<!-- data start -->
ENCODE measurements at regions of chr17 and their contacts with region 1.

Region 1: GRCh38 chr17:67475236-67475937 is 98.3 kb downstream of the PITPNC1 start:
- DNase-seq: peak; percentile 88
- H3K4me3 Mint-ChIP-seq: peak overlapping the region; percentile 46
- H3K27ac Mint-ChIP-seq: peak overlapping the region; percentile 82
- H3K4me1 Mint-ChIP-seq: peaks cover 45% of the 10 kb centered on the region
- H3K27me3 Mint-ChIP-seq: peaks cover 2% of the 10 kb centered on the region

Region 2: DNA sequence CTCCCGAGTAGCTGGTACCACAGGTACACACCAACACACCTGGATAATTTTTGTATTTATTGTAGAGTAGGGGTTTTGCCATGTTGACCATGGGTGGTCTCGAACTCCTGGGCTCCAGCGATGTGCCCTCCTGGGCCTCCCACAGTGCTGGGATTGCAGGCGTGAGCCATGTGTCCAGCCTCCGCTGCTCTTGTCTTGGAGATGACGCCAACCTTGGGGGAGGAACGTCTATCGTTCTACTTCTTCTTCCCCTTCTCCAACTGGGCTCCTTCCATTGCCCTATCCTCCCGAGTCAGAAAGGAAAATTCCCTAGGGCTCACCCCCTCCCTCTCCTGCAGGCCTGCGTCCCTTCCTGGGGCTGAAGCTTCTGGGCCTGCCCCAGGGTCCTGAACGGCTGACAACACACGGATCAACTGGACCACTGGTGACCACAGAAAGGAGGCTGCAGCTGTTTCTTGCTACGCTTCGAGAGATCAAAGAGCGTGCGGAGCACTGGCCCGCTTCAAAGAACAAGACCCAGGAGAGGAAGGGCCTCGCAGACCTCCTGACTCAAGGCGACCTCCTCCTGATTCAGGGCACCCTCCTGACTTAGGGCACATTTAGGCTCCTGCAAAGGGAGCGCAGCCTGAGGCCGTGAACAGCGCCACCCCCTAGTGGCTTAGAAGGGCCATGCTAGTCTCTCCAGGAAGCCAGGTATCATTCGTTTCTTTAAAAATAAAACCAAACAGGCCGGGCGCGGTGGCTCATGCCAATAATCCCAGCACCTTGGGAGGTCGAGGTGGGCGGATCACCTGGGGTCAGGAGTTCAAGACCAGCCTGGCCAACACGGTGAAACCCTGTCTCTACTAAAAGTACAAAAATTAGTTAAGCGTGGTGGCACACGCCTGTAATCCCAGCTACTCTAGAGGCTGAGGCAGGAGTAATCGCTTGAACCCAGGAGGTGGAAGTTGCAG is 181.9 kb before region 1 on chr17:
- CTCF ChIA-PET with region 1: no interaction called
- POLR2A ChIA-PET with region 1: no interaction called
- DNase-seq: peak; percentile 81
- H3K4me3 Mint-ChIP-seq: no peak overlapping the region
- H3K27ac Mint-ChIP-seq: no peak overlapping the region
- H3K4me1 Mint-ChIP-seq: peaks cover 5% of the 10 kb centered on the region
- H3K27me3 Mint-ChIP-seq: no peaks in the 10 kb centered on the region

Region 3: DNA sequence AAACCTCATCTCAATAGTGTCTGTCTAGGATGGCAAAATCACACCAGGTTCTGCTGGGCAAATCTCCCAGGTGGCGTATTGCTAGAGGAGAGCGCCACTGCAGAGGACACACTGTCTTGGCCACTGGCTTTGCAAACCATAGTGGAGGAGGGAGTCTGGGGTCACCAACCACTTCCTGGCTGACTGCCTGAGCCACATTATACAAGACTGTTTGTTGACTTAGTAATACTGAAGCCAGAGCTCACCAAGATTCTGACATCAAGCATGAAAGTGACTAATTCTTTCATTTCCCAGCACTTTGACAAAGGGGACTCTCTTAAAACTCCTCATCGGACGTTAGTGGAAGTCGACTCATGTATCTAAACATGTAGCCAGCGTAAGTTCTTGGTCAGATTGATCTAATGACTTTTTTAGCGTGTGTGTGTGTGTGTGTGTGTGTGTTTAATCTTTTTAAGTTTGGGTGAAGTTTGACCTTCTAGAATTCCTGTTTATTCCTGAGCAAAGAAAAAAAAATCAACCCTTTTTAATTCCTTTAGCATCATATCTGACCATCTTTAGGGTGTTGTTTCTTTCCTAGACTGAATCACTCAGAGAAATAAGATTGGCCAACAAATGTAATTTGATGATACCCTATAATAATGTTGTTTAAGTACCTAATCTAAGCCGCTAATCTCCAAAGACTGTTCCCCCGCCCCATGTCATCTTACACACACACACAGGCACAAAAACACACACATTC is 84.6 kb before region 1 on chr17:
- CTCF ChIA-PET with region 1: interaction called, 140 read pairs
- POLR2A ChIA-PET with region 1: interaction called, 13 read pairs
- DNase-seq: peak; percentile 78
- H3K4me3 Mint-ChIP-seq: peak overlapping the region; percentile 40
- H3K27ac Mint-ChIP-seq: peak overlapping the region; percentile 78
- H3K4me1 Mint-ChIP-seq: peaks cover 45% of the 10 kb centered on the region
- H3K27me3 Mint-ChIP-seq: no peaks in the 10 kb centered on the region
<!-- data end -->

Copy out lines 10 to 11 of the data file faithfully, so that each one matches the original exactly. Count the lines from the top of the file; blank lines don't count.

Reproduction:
- POLR2A ChIA-PET with region 1: no interaction called
- DNase-seq: peak; percentile 81